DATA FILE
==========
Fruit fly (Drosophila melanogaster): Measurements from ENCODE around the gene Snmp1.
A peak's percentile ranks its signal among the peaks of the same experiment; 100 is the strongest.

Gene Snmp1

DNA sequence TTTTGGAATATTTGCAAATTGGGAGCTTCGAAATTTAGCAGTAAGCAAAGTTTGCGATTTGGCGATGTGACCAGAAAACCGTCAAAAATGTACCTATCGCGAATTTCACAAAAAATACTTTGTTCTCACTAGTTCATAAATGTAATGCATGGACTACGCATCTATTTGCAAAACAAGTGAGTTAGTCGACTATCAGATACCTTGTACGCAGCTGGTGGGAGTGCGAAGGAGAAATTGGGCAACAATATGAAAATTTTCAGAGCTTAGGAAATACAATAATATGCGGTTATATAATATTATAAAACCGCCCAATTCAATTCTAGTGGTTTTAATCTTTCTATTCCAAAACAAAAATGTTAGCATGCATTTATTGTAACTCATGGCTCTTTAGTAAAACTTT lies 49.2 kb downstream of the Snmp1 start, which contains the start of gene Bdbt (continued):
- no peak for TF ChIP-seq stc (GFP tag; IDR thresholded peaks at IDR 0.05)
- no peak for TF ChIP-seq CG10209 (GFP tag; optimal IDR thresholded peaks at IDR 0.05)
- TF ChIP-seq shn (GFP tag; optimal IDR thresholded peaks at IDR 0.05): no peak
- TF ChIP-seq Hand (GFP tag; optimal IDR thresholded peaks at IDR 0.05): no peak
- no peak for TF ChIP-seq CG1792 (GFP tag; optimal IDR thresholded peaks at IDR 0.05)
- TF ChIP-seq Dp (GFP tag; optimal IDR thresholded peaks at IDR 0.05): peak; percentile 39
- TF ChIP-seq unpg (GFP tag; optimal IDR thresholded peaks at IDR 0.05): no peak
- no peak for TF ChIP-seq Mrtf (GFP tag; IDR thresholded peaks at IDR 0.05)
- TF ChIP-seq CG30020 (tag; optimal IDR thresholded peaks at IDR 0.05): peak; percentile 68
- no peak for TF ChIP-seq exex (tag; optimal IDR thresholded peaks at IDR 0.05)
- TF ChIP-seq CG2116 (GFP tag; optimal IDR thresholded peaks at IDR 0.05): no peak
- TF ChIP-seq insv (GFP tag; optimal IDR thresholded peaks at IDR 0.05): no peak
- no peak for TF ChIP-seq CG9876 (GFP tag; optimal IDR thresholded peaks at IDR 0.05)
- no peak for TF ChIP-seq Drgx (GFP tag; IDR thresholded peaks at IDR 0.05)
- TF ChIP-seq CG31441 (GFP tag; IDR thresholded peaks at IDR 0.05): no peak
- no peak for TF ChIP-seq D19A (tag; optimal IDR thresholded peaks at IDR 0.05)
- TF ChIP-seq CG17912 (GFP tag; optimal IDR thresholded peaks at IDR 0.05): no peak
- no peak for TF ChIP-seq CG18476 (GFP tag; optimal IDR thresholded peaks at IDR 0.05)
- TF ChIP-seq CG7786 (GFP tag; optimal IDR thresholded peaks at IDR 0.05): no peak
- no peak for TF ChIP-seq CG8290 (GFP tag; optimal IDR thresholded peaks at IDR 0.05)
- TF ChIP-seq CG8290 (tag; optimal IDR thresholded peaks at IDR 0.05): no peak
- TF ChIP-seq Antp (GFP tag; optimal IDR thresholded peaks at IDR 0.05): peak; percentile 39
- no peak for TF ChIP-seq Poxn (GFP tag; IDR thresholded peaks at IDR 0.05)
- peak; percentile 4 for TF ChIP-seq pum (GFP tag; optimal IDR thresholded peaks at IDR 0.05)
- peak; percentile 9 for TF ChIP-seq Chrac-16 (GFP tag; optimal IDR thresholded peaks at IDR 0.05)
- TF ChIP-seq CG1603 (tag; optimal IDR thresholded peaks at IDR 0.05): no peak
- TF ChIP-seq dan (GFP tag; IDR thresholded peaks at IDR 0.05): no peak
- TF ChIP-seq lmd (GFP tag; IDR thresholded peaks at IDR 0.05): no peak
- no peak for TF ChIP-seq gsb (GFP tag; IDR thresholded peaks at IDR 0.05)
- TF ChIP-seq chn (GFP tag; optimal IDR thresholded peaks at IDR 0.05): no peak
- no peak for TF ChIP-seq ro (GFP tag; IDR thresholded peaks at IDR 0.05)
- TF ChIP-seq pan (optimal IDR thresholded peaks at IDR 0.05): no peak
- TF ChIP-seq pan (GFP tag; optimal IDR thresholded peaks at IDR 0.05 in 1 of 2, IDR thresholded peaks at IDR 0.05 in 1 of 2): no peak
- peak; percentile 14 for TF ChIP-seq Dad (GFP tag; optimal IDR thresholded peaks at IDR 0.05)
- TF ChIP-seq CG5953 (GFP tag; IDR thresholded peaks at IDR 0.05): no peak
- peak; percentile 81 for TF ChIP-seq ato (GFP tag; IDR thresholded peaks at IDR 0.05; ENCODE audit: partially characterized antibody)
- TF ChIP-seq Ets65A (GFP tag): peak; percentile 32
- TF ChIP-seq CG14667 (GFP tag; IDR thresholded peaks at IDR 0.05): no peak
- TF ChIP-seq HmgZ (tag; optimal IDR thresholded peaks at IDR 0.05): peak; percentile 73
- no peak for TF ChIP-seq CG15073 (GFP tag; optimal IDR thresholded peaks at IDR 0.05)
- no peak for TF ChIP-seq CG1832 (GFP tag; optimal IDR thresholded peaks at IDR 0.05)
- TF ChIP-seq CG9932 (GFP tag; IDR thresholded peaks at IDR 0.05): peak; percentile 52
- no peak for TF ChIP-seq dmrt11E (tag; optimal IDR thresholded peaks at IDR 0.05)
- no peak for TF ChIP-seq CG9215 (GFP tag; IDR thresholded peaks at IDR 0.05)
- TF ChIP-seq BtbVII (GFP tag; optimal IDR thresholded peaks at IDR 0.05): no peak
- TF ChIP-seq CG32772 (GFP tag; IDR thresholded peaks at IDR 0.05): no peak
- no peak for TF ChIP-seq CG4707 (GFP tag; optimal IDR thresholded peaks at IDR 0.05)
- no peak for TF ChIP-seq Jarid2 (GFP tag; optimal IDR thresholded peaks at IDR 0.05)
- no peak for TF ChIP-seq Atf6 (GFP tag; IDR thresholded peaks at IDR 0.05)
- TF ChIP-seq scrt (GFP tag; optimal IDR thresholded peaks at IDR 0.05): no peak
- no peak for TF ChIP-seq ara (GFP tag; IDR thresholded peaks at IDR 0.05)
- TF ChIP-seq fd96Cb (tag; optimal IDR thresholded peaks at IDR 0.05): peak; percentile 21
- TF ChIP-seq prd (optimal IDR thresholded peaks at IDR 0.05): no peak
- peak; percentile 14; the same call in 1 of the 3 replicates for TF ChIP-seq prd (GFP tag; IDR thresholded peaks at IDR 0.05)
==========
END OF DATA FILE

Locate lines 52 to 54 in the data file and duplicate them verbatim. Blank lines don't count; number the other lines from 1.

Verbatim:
- no peak for TF ChIP-seq Jarid2 (GFP tag; optimal IDR thresholded peaks at IDR 0.05)
- no peak for TF ChIP-seq Atf6 (GFP tag; IDR thresholded peaks at IDR 0.05)
- TF ChIP-seq scrt (GFP tag; optimal IDR thresholded peaks at IDR 0.05): no peak